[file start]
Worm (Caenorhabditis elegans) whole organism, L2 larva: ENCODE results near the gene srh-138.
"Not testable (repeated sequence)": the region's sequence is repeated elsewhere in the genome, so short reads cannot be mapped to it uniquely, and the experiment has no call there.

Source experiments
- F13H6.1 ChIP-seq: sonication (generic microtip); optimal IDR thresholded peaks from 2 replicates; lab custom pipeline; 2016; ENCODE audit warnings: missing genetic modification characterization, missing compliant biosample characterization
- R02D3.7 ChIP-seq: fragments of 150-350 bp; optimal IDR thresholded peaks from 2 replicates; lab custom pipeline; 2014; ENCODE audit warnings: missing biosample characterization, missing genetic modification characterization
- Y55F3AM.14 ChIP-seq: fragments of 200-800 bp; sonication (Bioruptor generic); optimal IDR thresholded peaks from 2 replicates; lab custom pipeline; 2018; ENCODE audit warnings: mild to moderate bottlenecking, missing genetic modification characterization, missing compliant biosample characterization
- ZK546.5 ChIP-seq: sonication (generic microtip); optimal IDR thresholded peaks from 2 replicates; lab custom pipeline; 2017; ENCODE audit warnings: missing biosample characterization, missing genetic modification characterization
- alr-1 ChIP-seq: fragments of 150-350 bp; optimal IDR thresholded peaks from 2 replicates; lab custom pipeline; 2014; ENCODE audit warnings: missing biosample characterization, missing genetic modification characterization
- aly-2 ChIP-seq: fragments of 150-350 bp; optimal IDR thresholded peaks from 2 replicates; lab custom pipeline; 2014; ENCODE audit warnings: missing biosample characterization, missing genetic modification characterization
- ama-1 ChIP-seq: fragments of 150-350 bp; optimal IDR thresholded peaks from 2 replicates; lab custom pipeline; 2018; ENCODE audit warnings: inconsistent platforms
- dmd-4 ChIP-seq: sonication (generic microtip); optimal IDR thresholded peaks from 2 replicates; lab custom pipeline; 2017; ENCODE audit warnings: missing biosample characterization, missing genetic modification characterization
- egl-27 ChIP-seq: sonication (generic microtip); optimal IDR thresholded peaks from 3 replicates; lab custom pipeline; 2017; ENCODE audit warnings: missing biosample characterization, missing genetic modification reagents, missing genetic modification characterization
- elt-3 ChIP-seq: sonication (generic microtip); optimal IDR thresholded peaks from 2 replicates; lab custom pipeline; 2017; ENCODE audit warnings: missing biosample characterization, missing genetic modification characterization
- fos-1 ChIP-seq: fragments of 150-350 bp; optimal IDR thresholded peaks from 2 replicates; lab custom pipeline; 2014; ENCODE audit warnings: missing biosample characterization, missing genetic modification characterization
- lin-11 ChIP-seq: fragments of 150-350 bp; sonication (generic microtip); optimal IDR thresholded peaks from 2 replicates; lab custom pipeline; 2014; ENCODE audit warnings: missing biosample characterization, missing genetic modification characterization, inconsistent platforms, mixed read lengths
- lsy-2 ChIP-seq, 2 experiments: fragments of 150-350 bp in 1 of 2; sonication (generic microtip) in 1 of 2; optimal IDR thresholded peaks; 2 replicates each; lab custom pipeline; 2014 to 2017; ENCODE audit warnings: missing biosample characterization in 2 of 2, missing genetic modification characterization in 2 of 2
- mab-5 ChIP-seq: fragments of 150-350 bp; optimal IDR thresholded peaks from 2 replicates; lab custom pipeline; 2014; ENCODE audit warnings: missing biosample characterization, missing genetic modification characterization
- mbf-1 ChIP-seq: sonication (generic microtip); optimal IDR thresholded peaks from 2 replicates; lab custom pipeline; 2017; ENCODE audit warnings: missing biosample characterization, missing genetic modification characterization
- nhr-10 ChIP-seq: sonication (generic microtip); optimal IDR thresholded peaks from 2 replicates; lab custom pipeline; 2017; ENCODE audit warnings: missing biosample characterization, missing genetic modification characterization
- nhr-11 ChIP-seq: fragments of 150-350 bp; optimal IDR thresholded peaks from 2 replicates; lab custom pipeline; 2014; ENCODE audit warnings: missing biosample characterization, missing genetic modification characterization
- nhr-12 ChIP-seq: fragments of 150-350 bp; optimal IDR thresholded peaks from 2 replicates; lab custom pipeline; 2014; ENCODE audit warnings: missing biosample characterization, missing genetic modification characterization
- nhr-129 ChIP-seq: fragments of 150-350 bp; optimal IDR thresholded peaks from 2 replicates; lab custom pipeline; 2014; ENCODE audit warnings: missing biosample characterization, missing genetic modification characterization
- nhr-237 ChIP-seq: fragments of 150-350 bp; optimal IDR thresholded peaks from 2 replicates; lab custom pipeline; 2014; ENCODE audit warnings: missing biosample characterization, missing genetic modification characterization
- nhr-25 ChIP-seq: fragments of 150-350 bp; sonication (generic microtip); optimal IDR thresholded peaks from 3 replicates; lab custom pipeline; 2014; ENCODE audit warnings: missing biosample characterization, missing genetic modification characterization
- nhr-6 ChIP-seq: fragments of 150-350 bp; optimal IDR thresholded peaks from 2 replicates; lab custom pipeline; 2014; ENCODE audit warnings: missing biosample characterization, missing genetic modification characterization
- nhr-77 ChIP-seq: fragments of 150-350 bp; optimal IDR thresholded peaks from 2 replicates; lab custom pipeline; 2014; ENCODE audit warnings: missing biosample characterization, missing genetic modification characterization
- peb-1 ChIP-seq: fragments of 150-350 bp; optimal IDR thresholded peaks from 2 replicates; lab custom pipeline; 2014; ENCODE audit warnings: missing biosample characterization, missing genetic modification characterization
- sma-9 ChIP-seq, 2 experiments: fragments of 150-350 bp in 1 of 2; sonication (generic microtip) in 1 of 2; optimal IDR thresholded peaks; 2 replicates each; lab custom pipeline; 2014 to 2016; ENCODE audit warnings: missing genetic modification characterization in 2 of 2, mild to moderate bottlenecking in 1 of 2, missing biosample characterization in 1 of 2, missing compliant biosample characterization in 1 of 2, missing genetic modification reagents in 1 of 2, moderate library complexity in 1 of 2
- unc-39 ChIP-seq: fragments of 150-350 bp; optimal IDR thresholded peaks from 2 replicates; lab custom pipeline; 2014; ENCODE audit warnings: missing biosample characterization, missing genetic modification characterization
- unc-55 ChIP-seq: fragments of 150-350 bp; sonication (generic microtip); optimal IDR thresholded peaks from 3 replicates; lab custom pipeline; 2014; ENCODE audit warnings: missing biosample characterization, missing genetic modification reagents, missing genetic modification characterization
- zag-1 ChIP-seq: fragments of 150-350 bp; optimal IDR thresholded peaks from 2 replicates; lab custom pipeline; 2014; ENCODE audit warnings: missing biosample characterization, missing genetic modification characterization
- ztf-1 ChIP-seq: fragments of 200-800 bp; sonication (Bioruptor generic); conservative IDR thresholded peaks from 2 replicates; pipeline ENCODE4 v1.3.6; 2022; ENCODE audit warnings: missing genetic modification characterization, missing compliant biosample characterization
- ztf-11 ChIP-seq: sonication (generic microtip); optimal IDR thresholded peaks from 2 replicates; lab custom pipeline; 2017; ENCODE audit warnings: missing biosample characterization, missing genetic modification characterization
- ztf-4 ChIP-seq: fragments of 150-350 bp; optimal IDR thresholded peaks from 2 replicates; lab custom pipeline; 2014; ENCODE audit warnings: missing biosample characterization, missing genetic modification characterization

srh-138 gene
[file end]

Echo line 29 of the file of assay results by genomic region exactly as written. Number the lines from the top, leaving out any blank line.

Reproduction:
- unc-39 ChIP-seq: fragments of 150-350 bp; optimal IDR thresholded peaks from 2 replicates; lab custom pipeline; 2014; ENCODE audit warnings: missing biosample characterization, missing genetic modification characterization